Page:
Major Industries where greenwashing is rampant in India

Sensharma, Sinha and Sharma,2022 try to look at ESG reporting in India through a lens of greenwashing. They take the companies listed under NIFTY STOCK 50 index from the year 2019-20 using available ESG scores. They try to measure and compare the extent to which the companies are engaging in greenwashing activities. Data for the study is collected through secondary sources like Bloomberg and Thompson Reuters.[9]

The results of the study indicate that “54% of the 48 companies which are part of the sample are greenwashers”. The average greenwashing score turned out to be the most in the case of the energy sector and the least in the FMCG sector. [9]

Singhal and Agrawal, 2021 have tried to understand the concept of greenwashing from a consumer point of view in the state of Rajasthan, India. They have also tried to find out which sector in India greenwashes the most. A sample size of 100 individuals was chosen for the study and 88 people responded. The research was conducted through the medium of questionnaires which were mailed to the respondents. Some secondary data was also used in the analyses. The results of the study indicated that the beauty/cosmetic industry greenwashes the most, followed by Automobile Industry. [11]

So we can see that there is a difference in the consumer perception and the actual greenwashing score of the industries. While the consumer perceives that greenwashing is rampant in the beauty products/cosmetic industry, the greenwashing score comes out to be the most in the Energy Sector in India.

Way forward

In the current scenario, greenwashing is a significant issue that requires attention.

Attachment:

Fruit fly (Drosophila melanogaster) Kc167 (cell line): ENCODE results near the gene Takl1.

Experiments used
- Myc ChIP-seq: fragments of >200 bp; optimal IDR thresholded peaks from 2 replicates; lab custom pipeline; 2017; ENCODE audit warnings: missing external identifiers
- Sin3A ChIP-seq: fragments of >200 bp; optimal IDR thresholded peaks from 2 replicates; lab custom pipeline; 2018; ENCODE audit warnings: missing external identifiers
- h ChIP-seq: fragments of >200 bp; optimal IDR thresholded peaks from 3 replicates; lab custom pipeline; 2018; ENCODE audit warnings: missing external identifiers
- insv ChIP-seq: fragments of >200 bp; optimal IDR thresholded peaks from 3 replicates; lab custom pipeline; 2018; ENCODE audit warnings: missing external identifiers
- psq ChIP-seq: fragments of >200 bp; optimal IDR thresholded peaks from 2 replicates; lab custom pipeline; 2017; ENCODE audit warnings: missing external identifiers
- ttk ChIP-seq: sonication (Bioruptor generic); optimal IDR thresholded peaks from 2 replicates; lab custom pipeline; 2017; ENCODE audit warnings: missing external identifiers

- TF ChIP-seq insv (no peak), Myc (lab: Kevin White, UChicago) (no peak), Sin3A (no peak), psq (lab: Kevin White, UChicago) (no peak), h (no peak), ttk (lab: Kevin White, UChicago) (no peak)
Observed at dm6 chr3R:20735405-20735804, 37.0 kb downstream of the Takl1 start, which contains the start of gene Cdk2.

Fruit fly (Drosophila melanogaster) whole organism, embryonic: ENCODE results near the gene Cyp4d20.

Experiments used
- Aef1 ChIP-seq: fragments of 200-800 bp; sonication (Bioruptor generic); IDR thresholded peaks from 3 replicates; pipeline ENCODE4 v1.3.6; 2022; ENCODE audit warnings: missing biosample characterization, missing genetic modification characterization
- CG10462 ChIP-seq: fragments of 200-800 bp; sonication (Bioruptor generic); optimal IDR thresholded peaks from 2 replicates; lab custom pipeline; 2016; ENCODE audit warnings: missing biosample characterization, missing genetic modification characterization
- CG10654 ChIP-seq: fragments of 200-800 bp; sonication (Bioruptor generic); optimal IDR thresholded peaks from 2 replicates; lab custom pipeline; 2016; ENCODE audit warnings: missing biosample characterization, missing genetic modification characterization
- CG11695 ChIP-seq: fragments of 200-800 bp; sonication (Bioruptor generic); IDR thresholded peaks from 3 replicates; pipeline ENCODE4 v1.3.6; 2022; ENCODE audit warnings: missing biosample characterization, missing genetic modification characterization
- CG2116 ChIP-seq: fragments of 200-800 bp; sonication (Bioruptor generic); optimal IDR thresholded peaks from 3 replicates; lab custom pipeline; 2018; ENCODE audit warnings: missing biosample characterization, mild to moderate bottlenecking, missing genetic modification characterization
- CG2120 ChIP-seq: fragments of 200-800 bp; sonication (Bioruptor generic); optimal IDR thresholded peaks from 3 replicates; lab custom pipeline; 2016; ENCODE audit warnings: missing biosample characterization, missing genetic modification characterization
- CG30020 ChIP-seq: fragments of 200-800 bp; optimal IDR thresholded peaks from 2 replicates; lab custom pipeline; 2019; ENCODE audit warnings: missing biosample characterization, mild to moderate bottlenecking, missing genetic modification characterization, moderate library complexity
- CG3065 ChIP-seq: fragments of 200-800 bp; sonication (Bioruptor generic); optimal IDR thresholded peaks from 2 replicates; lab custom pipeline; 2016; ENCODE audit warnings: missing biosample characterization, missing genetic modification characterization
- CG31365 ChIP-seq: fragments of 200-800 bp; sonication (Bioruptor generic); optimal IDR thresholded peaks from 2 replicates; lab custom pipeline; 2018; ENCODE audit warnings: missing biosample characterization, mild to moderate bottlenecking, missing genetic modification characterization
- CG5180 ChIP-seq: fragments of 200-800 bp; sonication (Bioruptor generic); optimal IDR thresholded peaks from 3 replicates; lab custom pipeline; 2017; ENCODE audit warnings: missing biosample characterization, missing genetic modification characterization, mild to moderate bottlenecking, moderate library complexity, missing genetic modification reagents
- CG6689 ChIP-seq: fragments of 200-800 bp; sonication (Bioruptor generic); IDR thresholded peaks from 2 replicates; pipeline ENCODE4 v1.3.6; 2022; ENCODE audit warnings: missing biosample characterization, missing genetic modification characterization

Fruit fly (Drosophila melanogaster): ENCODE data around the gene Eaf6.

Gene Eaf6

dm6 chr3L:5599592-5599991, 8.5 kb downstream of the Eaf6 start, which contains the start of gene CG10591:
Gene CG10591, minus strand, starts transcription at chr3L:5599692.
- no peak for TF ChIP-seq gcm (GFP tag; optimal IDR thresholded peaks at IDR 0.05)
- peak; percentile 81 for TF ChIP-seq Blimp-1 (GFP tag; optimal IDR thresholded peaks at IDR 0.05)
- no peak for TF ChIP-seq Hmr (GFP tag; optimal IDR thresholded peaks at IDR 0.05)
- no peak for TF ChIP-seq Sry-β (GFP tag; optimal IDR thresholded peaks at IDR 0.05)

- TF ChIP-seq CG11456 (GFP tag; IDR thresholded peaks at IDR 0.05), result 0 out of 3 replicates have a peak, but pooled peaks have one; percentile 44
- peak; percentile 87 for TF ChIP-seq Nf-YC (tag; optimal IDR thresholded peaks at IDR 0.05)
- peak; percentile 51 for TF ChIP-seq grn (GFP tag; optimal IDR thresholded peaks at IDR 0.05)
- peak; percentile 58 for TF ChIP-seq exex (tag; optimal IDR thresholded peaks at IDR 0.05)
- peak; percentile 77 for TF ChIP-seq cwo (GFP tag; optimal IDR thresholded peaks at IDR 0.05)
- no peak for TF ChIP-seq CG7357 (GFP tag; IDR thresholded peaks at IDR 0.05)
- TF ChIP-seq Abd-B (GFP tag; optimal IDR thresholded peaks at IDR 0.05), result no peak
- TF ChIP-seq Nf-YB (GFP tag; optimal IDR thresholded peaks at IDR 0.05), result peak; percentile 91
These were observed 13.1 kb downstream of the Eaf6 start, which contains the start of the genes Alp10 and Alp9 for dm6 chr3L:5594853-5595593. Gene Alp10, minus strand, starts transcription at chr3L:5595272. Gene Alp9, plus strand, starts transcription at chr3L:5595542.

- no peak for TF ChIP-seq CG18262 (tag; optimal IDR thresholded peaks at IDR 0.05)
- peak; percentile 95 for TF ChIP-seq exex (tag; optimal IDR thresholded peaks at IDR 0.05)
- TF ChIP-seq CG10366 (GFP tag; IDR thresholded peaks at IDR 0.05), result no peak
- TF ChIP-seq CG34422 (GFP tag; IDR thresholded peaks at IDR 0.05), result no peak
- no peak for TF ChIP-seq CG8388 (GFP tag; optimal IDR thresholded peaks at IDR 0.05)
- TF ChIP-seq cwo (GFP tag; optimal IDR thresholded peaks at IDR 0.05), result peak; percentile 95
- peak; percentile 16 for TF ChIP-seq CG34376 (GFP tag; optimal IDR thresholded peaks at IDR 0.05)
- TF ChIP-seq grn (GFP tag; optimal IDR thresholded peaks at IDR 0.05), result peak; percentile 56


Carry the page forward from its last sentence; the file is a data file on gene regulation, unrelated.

Consumers need to be aware of this practice and should read the labels carefully while buying green products. They should also do the necessary research before purchasing a product solely because it makes green claims.

Brands need to be aware that modern consumers value authenticity. While indulging in greenwashing may help them close deals quickly, there is a chance that consumers might lose faith in the company and stop buying their products altogether.

Businesses need to take their corporate social responsibility seriously and refrain from greenwashing activities as it can tarnish their image. They need to invite customers to join them in the effort to create a future that is both inclusive and truly green.

In the quest for a sustainable future, combating greenwashing emerges as a vital step towards real progress. With the awareness of this deceptive practice, consumers now hold the power to make informed choices. By diligently scrutinizing labels and conducting thorough research, one can differentiate between authentic green products and those that merely make false claims. Likewise, brands must recognize that the modern consumer values transparency and genuineness. 

Though greenwashing may yield short-term gains, the long-term consequences can be severe, eroding consumer trust and jeopardizing their market presence. Embracing corporate social responsibility becomes imperative for businesses, as they strive to build an unblemished reputation and foster a partnership with their customers. Together, by rejecting greenwashing and embracing a shared vision of inclusivity and true sustainability, we can pave the way towards a greener future for all.

If you need expert guidance on navigating the complexities of sustainability and avoiding greenwashing, reach out to our sustainability experts at Carbon Mandal and let’s work together towards a truly sustainable tomorrow.

List of references